A Very Special Model for a
Very Special Person
The National Maritime Museum in London, England has an
extensive collection of Prisoner of War model ships some of which are valued at over 40,000 GBP.
Check them out on the internet
MADE TO SELL FULLY RIGGED FOR: $6,500.00
& SHIPPING: SPECIAL CONDITIONS APPLY
Copyright 2005, by Land And Sea Collection, All Rights
Presented for auction is a model of a ship
of war which is typical of a Frigate of 1812. She is made entirely by hand of bone ivory one plank at
a time, and follows the original method of construction and rigging. Individual strakes are
used to plank the hull and deck just as the real ships were built. The model comes complete, but with its masts
and spars down to save on shipping.
SPECIAL NOTICE: Since this is a one-of-a-kind offering,
we have not set the rigging in place, because after sale, it would then have to be taken down because the model would
be too large to transport easily. Instead, we have reduced the reserve to a fair price with the difference being an allowance
to have the buyer's local hobby shop set the rigging in place if that was the buyer's desire. The model was erected by
the maker, and all the shrouds and stays are designed so that the masts and spars can go up with only minor effort. However,
this is not a task for someone who doesn't have knowledge of a square rigged ship's rigging or is not experienced in
using their hands.
The vessel has carved stern castles, and is armed with 22 miniature cannons, 11 on
each side. This handsome testament to the model maker's work of art stands ready to do battle.
The model's gear and fittings are true to the original
ship's design, are all made of bone ivory, and include a working rudder, boom jaws, grating, dead eyes and all
the little details that make for a museum quality recreation. The model mounts by two carved finials to period type stand.
It authentically replicates a War of 1812 Frigate as might have been crafted by a French Prisoner-of-War incarcerated
by the British in Dartmoor Prison during the period 1775-1825. The planks or strakes, are secured using carved pegs just
as in the real craft. Every part and piece of gear is hand made from farm animal bone, This includes the hull, masts,
tiller, gaff and spar, cannons, and deck houses. Standing rigging is flax. Many hundreds, maybe thousands of hours, went
into the making of this authentically crafted model which is complete in every respect.
- Length without bowsprit
- Width at rail
- Distance from deck to bottom of base 7"
- Length of tallest mast
- Total height
WEIGHT: 18 pounds
OUR GUARANTEE OF SATISFACTION: If not completely satisfied
with your purchase it may be returned, if without damage, within three days of receipt in its original packaging using the
same method of transport as when it was delivered to the buyer or to the buyer's representative. Return items must be insured
for their full value. A prior email authorization by us for the return is required. Unfortunately, no refund can be made for
the cost of delivery, packaging and handling.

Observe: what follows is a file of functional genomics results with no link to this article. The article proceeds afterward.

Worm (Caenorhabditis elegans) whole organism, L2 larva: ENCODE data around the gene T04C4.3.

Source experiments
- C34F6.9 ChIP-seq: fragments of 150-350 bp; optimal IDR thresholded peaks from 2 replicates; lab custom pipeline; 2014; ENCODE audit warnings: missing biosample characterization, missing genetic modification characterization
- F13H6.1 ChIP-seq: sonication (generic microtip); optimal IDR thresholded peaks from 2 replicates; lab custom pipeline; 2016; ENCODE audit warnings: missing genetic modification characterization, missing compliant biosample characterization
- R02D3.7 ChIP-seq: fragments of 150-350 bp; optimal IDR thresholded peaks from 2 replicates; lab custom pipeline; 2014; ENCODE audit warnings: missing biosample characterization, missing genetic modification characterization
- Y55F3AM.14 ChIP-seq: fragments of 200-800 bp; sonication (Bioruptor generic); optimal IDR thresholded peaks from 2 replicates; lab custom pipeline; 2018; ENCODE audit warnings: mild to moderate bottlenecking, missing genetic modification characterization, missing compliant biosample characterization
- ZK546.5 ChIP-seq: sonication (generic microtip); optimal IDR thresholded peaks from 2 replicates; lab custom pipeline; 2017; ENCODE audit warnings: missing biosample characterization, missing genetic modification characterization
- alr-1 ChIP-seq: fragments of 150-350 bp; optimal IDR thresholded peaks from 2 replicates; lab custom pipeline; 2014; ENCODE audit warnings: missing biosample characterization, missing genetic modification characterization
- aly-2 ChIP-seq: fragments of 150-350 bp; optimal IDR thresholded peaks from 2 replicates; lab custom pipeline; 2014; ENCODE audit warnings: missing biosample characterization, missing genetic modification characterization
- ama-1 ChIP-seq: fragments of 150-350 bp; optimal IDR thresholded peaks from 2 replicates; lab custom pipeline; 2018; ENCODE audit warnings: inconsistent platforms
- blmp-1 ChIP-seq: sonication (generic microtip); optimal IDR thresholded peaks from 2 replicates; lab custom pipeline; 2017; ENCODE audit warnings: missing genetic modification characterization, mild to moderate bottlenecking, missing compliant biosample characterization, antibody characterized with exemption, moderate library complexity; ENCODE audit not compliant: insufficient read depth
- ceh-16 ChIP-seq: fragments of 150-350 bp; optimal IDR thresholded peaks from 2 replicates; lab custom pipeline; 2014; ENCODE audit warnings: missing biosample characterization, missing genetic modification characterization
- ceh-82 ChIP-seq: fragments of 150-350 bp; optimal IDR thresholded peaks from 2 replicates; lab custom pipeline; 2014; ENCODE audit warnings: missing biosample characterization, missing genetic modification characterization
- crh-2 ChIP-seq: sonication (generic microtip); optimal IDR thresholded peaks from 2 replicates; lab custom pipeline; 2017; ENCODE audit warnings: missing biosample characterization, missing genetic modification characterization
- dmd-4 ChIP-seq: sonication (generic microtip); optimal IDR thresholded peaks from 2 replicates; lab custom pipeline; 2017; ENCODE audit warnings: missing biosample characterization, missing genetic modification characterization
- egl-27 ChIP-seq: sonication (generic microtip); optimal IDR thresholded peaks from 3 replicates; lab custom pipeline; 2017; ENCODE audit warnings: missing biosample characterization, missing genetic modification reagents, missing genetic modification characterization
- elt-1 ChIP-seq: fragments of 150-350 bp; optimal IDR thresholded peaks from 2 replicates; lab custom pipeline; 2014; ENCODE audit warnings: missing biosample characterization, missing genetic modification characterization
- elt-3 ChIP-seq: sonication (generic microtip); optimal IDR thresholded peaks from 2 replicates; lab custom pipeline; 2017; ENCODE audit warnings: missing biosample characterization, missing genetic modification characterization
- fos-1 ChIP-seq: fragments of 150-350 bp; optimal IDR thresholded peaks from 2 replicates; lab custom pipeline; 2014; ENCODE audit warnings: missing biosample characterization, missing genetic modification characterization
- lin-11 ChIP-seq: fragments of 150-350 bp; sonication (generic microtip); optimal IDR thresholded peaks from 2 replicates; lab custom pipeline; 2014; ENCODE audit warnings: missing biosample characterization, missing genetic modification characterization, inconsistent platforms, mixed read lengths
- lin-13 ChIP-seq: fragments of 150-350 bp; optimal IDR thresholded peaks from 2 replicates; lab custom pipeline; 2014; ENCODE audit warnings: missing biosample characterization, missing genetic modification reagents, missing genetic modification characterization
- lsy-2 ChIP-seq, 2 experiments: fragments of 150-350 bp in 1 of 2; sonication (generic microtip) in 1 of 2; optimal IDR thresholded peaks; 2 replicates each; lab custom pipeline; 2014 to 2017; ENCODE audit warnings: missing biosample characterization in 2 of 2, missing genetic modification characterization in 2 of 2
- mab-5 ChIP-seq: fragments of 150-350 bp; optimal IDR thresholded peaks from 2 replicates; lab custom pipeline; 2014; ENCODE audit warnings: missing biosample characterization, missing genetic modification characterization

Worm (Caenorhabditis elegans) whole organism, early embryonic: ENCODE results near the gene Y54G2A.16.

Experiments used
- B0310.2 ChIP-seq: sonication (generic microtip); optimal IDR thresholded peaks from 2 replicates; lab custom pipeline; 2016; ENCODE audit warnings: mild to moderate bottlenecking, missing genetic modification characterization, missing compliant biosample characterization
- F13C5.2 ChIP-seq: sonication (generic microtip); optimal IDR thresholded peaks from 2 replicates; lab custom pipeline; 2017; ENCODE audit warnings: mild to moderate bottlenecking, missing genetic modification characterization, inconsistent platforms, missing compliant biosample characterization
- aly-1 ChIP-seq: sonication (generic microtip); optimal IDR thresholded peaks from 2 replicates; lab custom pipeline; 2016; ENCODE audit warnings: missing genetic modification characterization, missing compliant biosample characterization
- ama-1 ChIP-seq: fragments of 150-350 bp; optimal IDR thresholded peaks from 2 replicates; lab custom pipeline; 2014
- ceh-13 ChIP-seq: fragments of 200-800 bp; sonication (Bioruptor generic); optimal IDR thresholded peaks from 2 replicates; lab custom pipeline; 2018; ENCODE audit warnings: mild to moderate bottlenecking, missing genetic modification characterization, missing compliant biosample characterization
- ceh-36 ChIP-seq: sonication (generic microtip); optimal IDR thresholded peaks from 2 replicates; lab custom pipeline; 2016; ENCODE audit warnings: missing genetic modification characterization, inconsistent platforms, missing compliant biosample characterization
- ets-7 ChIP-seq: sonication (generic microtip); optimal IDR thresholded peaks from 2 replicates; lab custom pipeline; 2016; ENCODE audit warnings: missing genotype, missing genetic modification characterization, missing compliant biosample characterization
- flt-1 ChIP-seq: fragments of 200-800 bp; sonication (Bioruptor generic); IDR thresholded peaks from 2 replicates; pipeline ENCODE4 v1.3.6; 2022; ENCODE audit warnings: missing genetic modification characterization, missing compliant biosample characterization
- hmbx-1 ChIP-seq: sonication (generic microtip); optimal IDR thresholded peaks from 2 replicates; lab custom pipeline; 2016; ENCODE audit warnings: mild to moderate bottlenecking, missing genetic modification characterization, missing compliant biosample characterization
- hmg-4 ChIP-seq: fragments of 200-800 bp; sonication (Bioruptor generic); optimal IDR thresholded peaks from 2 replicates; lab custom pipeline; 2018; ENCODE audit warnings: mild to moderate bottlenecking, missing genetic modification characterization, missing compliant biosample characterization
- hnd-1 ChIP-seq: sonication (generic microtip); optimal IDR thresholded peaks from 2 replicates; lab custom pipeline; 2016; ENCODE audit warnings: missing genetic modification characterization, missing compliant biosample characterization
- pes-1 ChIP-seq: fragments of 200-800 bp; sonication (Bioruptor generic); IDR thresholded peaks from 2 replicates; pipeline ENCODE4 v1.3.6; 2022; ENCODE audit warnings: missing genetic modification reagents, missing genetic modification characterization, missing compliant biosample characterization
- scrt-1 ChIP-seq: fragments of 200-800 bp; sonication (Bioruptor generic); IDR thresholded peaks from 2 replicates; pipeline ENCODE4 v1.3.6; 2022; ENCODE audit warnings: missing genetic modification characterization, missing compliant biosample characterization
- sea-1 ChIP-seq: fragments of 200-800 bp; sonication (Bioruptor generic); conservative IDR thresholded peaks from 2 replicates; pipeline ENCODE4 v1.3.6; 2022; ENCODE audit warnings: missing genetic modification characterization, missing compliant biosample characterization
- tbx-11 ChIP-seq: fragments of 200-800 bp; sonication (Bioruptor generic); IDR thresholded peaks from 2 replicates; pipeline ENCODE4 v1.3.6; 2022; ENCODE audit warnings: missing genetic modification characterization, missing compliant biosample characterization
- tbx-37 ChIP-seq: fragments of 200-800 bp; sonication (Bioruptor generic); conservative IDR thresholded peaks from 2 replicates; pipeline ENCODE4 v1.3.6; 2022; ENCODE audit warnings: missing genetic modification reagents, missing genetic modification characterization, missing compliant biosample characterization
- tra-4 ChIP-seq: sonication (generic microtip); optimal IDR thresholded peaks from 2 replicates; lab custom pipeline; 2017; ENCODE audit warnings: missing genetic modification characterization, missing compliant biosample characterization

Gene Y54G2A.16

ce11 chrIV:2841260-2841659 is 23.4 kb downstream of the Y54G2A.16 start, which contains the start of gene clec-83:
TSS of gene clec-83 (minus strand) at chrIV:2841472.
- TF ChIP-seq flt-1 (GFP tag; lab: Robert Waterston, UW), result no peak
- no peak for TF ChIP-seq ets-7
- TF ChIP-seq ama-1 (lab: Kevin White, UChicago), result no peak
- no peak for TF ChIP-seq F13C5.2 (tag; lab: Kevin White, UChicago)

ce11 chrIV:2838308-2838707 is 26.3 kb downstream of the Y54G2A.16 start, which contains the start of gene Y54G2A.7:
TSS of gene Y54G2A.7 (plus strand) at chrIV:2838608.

HISTORY: From 1803
to 1812, Britain and France seized almost 1,500 American vessels. The War was fought by merchant ships, because the U.S. had
almost no Navy. The battle cry was; "Free Trade and Sailors' Rights!" During the War of 1812, the U.S. Navy and Privateers
together captured 30,000 prisoners, while the American army captured 6,000 British prisoners. Privateers captured British
prizes worth almost $40,000,000. American Privateers generally carried from six to ten guns, with a single long gun, called
"Long Tom," mounted on a swivel in the centre. They were small in length, 70 to 90 feet, usually manned with fifty
persons, besides officers, all armed with muskets, cutlasses, and boarding-pikes, commanded to "burn, sink, and destroy" the
property of an enemy wherever it might be found, either on the high seas or in British ports.
HISTORY OF PRISONER OF WAR MODELS: The
art of French-Prisoner-of-War is best remembered for their model of sailing ships of war. But they also did other carvings
to while a way the time. Models and items like this were made from dried and bleached mutton bones from their meals, and
‘Dieppe Ivory’. The guards, had a ready market for the finished models.
HM Prison, Dartmoor was built at the time of the Napoleonic Wars, to house prisoners
of war, it later became a convict prison - perhaps the most notorious the world. Disease was rampant often causing an early
termination to the time served by the French sailors. The worst period of deaths was between November 1809 and April 1810
when 500 men died. The French section of Dartmoor Prison Cemetery held just under 2000 men. The men buried in shallow graves.
After burial the wind and rain soon eroded the sodden peat and the animals grazing on the land, especially pigs began to expose
the bones of the men buried there. The sun bleached their bones. These bones – called ‘Dieppe Ivory’ –
were often used in the construction of ship models and other articles.
SHIPPING & PACKING:
Due to the nature of this item, the buyer should make his own arrangements for packing, pick-up, and special delivery.
The seller will assist in this process, but shall not actively participate unless special "hold harmless" arrangements are
made. We have sold six similar, but smaller models, but in each case delivery by courier was arranged at nominal
expense to the buyer.
PAYMENT: Payment shall only be made by Cashier's Check, bank to bank wire transfer,
money order, or personal check in which case, shipment will be made after the funds have cleared. No PayPal or credit
cards accepted on this offering.
Copyright, 2004 by
Land And Sea Collection, All rights reserved